2014 elections

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A group led by Common Cause Indiana announced this week it'll push state lawmakers to adopt a non-partisan redistricting process and end the gerrymandering of the state’s political boundaries.

courtesy Dan Coats

U.S. Senator Dan Coats (R-IN) says the Republican Party’s capture of the Senate will make all the difference for his party -- if lawmakers handle their new leadership the right way.

Coats says Republicans have been incredibly frustrated the last few years as bills sent from the GOP-controlled House were blocked by a Democratic majority in the Senate, often without debate. 

The Hoosier Senator says the victories won in this month’s election can allow the GOP to advance its alternatives to President Obama’s proposals.

Noah Coffey / https://www.flickr.com/photos/noahwesley/

State Republican Party Chair Tim Berry called Tuesday’s election “Ladies Night” as all three female GOP statewide candidates earned emphatic victories. 

A little after nine P-M Tuesday, Governor Mike Pence took to the stage at state Republican Party headquarters in downtown Indianapolis.  Speaking to a crowd already buzzing with positivity on a night that was shaping up to be big for the GOP, Pence told them it was a historic night.

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In Tippecanoe County, it was an upset win in the County Assessor’s race.

Democrat Eric Grossman won 53-percent of the vote compared to 47-percent for Republican incumbent Linda Phillips.

Grossman previously worked in the Assessor's office for four years, including two under Phillips.

Barry Richard will be the new Tippecanoe County sheriff.

The Democrat came out on top with 62-percent of the vote to defeat Independent candidate Chris Schuiszi.

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Following lackluster turnout in Indiana's primary elections in May, many politicos worried this mid-term general election would similarly rate a "meh" with voters. While voter apathy still appears high, Tippecanoe County will beat its totals from May, at least.

As of 4 p.m., County Clerk Christa Coffey says more than 14,000 in-person ballots have been cast -- that's about the same number filed during the entire primary season.

Charlotte Tuggle / WBAA News

It appears there’s at least one Indiana county where early voter turnout wasn’t alarmingly low. In Bartholomew County, Clerk Tami Hines says the number of absentee votes is up almost 300 compared to the mid-term election four years ago and more than 600 votes compared to 2006.

Hines says the apparent enthusiasm also extended to poll workers this morning.    Mary Glasson, 92, was a poll worker for many years and retired.

courtesy New Hampshire Public Radio

Recent history suggests a small minority of people will pay attention to politics on this, Election Day 2014.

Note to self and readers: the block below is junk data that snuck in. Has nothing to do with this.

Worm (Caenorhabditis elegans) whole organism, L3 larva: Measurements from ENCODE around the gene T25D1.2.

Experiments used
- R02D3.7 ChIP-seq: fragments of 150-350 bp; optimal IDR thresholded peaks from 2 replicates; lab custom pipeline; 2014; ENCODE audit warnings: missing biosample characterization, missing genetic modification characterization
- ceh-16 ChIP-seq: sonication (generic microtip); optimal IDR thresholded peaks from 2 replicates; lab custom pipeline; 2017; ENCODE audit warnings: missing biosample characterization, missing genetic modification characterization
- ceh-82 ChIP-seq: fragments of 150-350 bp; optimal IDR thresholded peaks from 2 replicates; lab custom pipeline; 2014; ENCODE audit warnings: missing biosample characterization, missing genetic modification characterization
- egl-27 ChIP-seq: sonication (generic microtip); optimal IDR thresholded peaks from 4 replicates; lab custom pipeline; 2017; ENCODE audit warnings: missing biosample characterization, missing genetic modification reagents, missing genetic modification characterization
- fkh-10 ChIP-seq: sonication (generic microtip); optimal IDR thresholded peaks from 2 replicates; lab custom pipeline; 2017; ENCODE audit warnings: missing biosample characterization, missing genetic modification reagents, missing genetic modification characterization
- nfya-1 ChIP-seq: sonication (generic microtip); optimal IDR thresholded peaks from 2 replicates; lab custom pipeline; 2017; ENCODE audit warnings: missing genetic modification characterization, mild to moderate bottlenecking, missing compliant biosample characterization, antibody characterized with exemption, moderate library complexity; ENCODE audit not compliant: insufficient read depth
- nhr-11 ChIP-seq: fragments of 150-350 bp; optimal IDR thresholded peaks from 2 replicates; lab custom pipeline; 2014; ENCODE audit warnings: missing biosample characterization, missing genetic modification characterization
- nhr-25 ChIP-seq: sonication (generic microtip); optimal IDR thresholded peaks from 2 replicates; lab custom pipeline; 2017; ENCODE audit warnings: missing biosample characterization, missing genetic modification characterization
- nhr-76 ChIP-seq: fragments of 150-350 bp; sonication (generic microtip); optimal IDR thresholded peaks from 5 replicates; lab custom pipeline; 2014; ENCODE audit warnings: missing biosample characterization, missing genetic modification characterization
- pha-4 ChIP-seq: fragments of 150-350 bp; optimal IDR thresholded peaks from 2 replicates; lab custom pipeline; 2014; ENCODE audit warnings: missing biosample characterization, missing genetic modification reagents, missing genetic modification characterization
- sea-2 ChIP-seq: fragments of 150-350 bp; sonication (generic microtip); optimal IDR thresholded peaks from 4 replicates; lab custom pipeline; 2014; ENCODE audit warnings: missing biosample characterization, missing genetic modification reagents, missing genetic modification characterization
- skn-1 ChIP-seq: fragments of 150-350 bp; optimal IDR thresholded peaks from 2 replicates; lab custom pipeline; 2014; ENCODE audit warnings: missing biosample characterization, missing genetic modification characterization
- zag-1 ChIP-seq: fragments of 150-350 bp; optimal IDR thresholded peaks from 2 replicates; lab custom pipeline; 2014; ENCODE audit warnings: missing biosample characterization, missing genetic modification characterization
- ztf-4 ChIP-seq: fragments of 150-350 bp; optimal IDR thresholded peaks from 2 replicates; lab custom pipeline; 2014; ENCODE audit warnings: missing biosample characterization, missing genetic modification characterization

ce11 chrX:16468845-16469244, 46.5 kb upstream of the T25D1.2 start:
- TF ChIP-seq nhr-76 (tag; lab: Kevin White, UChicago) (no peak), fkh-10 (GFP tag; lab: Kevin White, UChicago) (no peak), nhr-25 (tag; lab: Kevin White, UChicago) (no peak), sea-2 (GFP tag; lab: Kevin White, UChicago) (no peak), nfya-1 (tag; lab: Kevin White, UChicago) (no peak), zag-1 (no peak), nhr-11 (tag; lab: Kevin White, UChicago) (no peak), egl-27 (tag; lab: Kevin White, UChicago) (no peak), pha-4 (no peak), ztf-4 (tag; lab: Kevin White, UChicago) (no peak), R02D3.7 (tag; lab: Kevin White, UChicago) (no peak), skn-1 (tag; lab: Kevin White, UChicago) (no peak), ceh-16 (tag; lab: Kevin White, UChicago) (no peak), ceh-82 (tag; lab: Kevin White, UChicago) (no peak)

But one person who will be is NPR's National Political Correspondent Mara Liasson.

Liasson was in West Lafayette recently and sat down with WBAA News Director Stan Jastrzebski to give her view on how this year's almost forgotten election will have an impact not just on the political landscape for the next two years, but also on the 2016 presidential race.

Jim Nix / https://www.flickr.com/photos/jimnix/5039079018

After historically poor voter turnout in May’s primary election, the general election might not be much different for Indiana.  The state faces a November without a major race, such as governor or senator, at the top of the ballot. 

In fact, the title of State Auditor might be the greatest misnomer in Indiana.  The Auditor isn’t responsible for auditing state and local government; that’s the job of the State Board of Accounts and internal auditors at major state agencies such as the Family and Social Services Administration and the Department of Revenue. 

Courtesy Crawfordsville Mayor's Office

Crawfordsville, like many cities in West Central Indiana, has a bit of an identity crisis. Do leaders follow the Lt. Governor’s motto of “rural is cool” or do they position themselves as the vanguard of technological expansion?

We ask those questions of Crawfordsville Mayor Todd Barton on this edition of Ask The Mayor, as well as how he plans to weigh those competing interests.

Courtesy U.S. Congress

Congresswoman Susan Brooks (R-5th) is finishing her freshman term in Congress and is favored to win a second in next week’s election. She says she went to Washington to help Congress’ image, but the job was all but insurmountable -- the institution remains as unpopular as ever.

WBAA’s Stan Jastrzebski sat down with Brooks recently to talk about whether there’s any way to get the public believing in national politics again, especially if Republicans take control of the Senate.

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